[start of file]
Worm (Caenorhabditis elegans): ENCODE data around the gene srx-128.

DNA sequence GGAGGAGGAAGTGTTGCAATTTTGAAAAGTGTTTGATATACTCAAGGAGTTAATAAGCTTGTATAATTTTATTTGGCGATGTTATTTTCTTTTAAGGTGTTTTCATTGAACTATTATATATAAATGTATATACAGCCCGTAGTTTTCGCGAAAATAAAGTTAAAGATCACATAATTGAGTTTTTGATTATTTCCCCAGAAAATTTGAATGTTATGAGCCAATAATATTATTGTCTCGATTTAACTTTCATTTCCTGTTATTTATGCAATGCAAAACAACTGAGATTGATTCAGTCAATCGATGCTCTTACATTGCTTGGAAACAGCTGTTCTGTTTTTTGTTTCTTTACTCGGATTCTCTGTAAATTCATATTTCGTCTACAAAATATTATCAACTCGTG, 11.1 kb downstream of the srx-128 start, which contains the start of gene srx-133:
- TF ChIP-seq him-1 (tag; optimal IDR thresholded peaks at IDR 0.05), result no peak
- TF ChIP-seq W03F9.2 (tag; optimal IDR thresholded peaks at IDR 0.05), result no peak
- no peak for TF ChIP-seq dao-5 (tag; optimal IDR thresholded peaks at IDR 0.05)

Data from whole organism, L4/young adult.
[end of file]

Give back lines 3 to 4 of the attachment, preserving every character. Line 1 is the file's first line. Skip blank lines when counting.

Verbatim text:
- TF ChIP-seq him-1 (tag; optimal IDR thresholded peaks at IDR 0.05), result no peak
- TF ChIP-seq W03F9.2 (tag; optimal IDR thresholded peaks at IDR 0.05), result no peak